I lied. I’m going to write some more about Politics, but perhaps not about this particular dysfunctional episode we’re going through. I got onto this track when I noticed that February 5th is the anniversary of the passing of Ronald Dahl who wrote a lot that I never read about political “science.”
I may have shared before that my first experience with politics was in 1964 when I volunteered with the Goldwater campaign. I wasn’t the sharpest tool in the shed, but by then I had a pretty good idea where I’d be and what I’d be doing after high school and I felt like Goldwater was talking about that more honestly than Johnson. Well, no one wanted to have an honest conversation about the upcoming war in Viet Nam and Goldwater lost.
I was working in the operating rooms at the Naval Hospital in Yokosuka, Japan, in 1968, and voting for Johnson’s Vice President never crossed my mind. Yes, I am to blame for Cheney and Rumsfeld and Rove and that lot. I didn’t know they came with the package, and I didn’t know that Nixon could be so venal and stupid, but I did it.
I was going to go on about the 1976 and subsequent elections; but, for the life of me, I can’t remember if I voted for Carter or Ford. You can blame me for Reagan in 1980, too, because Carter pissed me off and I voted for Anderson instead. The Bushes are all on you folks.
What I’ve noticed and want to explore is that, coincident with our slide toward neo-fascism, we’ve also made uncertain progress toward civil rights and equality for women. What happened to us?
The Civil Rights Act of 1964 and Medicare were both passed during the Johnson administration. Since then it’s pretty much been a rich man’s world. Why is that?
Bringing it to the present day, we’ve had about 47 years of one party bumbling along and marginalizing itself with factional infighting; and one party apparently deliberately concentrating power on behalf of itself, of course, and international business interests while passing among us as nationalists. This makes no sense to me.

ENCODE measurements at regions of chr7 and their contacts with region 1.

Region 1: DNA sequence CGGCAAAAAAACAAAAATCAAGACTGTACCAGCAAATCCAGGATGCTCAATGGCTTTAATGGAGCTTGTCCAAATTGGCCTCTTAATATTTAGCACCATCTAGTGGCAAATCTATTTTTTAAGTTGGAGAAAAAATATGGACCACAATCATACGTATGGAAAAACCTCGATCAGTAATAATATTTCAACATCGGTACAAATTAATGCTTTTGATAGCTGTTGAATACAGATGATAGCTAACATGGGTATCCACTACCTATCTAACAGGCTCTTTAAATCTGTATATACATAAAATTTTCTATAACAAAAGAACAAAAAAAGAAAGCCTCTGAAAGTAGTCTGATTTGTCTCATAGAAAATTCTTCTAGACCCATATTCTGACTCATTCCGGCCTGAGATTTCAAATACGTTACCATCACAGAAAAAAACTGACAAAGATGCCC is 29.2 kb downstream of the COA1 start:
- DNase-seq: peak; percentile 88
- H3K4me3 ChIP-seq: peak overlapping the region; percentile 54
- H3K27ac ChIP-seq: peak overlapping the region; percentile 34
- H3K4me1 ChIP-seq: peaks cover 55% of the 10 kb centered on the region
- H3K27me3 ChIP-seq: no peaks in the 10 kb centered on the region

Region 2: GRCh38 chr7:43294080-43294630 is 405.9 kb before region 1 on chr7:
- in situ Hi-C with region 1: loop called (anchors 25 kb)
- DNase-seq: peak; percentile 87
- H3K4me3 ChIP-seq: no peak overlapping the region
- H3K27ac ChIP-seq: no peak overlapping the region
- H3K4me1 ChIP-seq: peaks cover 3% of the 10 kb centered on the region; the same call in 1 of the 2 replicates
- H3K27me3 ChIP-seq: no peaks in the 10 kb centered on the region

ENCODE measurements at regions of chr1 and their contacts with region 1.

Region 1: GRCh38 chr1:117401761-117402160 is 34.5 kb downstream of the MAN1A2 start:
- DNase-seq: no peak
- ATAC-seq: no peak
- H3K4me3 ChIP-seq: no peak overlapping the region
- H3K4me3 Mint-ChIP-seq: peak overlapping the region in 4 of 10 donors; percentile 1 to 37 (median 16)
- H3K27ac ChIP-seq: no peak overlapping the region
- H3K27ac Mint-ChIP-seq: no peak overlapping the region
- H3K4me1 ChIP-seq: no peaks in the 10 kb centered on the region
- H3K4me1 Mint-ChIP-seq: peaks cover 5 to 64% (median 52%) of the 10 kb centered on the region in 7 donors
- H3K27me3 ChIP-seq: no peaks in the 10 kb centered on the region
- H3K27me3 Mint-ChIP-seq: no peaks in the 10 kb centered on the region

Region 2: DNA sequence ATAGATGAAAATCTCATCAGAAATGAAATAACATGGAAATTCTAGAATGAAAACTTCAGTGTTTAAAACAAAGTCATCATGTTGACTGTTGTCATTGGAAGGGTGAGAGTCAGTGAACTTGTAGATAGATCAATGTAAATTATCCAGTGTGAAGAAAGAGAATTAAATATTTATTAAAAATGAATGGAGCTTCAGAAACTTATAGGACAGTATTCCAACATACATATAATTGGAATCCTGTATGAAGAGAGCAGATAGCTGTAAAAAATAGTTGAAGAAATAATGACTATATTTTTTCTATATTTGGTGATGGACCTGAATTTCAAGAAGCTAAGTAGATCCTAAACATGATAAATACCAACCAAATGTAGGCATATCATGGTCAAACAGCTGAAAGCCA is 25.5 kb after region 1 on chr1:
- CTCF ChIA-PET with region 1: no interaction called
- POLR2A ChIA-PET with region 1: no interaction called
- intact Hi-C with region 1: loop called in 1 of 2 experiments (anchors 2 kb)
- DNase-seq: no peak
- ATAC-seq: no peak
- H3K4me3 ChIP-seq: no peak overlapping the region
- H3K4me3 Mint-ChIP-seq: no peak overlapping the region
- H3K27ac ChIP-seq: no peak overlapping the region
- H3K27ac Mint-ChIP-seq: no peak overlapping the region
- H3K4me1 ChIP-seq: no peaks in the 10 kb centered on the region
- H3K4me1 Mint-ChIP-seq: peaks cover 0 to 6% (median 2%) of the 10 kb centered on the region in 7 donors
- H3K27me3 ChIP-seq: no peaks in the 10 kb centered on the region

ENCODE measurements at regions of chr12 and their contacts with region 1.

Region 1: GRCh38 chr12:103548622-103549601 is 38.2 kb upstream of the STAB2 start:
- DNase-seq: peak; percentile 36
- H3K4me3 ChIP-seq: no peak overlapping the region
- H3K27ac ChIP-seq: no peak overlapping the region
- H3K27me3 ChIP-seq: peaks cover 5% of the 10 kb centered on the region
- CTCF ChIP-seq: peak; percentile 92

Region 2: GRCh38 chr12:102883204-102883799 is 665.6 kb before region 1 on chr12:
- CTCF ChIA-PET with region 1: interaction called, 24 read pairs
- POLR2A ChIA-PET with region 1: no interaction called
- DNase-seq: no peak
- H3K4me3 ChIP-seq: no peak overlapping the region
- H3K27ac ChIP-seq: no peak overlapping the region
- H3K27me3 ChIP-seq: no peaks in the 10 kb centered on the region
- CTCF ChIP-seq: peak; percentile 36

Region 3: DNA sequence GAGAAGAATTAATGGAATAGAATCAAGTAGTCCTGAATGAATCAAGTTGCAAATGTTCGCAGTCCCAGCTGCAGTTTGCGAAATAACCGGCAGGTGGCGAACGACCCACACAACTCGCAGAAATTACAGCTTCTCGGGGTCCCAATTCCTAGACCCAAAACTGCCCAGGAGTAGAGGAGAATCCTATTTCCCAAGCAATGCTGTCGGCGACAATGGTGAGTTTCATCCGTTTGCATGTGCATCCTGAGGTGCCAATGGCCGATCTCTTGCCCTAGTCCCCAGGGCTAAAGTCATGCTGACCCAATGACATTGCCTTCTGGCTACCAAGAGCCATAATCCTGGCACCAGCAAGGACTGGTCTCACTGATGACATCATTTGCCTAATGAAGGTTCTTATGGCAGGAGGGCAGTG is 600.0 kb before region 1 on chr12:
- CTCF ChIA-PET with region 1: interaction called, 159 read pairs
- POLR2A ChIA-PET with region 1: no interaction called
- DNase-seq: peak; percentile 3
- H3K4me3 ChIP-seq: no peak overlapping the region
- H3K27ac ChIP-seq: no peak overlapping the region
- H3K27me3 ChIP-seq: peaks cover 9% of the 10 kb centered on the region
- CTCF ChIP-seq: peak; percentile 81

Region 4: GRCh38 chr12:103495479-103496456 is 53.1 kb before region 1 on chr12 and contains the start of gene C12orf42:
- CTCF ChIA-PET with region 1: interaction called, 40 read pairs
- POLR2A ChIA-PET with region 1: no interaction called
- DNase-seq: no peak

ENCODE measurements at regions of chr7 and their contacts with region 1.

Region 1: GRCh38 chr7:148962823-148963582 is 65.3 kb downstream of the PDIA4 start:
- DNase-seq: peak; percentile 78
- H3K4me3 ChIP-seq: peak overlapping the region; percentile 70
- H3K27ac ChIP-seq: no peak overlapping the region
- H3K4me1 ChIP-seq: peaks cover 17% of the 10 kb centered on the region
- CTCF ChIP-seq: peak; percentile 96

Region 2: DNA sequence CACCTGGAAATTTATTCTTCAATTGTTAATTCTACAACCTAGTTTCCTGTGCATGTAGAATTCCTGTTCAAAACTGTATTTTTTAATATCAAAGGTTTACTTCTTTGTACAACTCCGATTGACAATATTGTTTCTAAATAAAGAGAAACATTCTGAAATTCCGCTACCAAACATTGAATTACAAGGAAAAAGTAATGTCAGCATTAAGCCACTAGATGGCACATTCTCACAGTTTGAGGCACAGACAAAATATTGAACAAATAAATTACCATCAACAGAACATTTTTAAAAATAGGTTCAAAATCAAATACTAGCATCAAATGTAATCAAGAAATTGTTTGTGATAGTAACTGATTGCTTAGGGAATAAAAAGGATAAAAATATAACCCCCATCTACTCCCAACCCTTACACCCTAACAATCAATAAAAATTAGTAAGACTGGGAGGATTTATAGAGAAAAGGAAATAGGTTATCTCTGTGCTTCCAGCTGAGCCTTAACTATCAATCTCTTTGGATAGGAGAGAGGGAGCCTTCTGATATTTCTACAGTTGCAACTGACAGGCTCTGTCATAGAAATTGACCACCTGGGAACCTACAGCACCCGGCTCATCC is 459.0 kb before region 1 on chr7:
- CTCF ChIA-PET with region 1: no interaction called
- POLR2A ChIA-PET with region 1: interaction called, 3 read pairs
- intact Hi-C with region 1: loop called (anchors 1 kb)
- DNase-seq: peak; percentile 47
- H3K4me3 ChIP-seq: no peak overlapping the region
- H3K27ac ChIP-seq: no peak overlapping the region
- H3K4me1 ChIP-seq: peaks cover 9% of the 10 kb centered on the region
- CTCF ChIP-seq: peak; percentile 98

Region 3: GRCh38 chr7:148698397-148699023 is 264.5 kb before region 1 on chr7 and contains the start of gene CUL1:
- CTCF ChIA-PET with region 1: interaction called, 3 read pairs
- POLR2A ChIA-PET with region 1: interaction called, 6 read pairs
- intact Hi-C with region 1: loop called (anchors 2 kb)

The military-industrial complex Eisenhower warned of is, I believe, part of it, and Big Oil; but after all of that is said and done, Americans in large numbers are consistently voting against their long-term – and often their short-term – self-interests. At least one of these people is not home-schooled or poorly educated, and we often agree throughout the course of a discussion at the end of which she will say, “and that’s why I vote Republican,” and my head explodes. What makes people so frightened – I think it has to be fear – that it makes them blind?
More importantly, what makes 60-70% of the electorate so resigned to the failure of our democratic experiment that they don’t even bother to show up? In 2015 it’s estimated that 114 million people watched the Super Bowl. Three months earlier 82 million of 227 million eligible voters cast ballots for their representatives. I know there are only two viable parties, but how did we come to accept that representing us was secondary to representing the Party? We’ve been tolerating that for 115 years now!
I’m going to try to figure some of this out. I have no hope of fixing anything, but I feel a need to understand it better. Feel free to come along and to chime in.